So why not print up some additional gold deposit receipts and lend them out for interest? This mischief is, of course, simple counterfeiting - the essence of unsound banking.
Counterfeiting additional gold deposit receipts creates two problems. The first is a legal one: two claimants to one asset. Classical economist Hans-Hermann Hoppe notes sardonically that fake deposit receipts can be thought of as "titles in search of property" and asks: "What if an increase in demand for automobiles were to be satisfied by printing more titles to automobiles, but the number of cars remained unchanged?"
The second problem is economic, and is known among classical economists as "malinvestment," which means that more business investment is stimulated than what is warranted in light of actual savings. (Who hasn't noticed the unfinished skyscraper standing cold and silent for many a moon, the marginal coffee shop or hair salon that was shuttered almost as quickly as it opened?)
When the banker counterfeits, he is, in effect, stating that he has possession of gold (savings, or investment capital) that he does not have. Therefore, no one is forsaking the goods that the banker is, in fact, fraudulently leasing to the borrower! Further, the entire community or nation is deceived because the banker's counterfeiting allows a community or nation access to money without the concomitant forswearing of resources, thereby violating the essential rule upon which sound banking is based.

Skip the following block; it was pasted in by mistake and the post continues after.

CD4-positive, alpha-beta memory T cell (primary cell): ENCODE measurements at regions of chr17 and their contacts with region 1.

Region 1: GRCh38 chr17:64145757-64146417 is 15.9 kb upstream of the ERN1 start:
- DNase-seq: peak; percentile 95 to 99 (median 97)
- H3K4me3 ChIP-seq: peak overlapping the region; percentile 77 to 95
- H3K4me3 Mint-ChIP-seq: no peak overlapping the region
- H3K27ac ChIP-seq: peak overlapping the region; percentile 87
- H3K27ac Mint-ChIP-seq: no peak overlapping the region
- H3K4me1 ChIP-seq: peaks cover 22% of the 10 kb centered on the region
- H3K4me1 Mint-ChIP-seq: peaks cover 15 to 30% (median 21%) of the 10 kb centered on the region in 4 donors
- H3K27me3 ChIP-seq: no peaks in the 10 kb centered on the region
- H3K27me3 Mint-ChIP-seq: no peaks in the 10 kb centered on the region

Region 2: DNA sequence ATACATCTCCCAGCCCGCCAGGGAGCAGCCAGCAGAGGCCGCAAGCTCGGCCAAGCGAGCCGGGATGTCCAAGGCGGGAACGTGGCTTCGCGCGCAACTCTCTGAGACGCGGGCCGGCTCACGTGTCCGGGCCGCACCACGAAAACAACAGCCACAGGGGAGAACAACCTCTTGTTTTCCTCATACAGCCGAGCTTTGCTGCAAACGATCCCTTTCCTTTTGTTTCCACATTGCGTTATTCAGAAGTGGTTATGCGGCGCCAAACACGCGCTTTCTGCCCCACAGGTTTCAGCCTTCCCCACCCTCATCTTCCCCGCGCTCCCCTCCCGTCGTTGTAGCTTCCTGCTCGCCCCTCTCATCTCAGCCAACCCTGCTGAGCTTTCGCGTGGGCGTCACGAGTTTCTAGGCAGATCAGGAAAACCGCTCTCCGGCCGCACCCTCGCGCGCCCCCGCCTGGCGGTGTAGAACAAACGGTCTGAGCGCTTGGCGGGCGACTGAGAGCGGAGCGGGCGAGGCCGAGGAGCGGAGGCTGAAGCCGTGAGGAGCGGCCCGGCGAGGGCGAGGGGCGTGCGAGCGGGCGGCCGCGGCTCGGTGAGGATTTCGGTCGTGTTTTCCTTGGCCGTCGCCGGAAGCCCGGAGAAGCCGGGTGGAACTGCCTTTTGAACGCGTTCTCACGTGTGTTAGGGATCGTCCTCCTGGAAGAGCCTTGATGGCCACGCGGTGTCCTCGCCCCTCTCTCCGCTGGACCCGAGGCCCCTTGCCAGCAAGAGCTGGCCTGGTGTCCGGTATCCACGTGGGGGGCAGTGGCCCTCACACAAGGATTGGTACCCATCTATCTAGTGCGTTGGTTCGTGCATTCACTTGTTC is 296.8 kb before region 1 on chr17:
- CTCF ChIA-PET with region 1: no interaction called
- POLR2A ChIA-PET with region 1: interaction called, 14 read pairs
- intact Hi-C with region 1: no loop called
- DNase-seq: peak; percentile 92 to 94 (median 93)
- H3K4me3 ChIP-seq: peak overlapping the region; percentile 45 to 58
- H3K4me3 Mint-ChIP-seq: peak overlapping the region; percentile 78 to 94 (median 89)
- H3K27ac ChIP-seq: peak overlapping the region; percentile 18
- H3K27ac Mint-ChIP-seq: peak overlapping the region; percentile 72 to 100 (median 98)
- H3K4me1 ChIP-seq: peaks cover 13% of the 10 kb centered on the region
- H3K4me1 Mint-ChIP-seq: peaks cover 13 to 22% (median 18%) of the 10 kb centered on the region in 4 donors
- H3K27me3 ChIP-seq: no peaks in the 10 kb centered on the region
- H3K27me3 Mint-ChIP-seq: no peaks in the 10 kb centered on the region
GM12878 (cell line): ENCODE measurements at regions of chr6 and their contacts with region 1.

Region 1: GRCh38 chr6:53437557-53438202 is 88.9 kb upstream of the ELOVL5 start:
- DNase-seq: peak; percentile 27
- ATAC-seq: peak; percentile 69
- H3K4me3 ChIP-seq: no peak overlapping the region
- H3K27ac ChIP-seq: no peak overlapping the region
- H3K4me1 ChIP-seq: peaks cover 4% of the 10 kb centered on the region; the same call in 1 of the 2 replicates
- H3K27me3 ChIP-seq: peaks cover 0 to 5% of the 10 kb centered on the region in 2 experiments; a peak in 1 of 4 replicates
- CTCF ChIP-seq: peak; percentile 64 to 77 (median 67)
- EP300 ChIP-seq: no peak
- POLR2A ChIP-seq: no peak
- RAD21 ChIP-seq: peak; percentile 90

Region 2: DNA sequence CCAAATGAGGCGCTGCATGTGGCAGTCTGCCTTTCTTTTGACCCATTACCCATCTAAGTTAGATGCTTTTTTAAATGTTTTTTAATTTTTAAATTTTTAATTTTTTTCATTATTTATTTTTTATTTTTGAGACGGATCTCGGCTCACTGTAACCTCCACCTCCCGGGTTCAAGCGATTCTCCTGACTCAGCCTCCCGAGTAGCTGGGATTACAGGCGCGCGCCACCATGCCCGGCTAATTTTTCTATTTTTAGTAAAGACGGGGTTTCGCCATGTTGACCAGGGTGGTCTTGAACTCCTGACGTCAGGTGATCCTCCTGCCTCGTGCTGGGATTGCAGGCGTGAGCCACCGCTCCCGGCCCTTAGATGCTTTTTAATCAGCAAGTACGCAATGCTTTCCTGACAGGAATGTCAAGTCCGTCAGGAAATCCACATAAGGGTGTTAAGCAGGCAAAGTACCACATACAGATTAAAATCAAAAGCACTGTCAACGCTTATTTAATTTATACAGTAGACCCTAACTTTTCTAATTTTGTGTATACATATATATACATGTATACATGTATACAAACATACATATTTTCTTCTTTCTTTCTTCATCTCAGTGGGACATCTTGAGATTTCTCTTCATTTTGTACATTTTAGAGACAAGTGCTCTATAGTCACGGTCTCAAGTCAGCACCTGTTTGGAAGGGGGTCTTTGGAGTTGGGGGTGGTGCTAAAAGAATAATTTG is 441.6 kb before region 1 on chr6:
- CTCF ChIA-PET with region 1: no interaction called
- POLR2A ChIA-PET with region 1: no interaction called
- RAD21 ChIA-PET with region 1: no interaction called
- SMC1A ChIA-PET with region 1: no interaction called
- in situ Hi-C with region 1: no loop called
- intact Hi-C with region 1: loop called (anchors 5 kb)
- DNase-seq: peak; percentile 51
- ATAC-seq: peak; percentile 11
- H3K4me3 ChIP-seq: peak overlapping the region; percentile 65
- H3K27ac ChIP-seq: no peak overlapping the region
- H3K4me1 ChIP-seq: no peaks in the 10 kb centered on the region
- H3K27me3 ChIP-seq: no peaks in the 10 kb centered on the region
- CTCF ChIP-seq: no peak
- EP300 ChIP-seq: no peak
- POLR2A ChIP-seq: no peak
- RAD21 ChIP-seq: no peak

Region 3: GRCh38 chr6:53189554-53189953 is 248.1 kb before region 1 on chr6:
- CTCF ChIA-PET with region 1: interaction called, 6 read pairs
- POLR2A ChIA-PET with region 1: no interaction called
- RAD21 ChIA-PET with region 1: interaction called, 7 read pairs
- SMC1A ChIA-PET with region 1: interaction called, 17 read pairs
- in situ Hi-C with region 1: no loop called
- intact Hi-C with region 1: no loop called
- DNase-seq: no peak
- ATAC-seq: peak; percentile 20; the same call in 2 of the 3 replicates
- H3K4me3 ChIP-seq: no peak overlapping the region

When the accumulated investment errors are inevitably corrected by the hard reality of the lack of resources to sustain the excess investment the banker's counterfeiting stimulated, a community or nation is confronted with the dreaded "bust" of the "business cycle."
(1) Source of above excerpt and footnotes 2 and 3: THE FED: How your money - and life - are controlled by America's banking system by Anne Williamson. Full article available at http://www.worldnetdaily.com/news/article.asp?ARTICLE_ID=21872
(2) Fiat currencies are paper currencies made legal tender by the fiat of a government, but not based on, or convertible, into gold and whose intrinsic value derives from government sanction (also known as "token money").
(3) Fungibility is when a quantity of a good can easily be substituted by a quantity equal in value to that of the same good, such as grain or refined sugar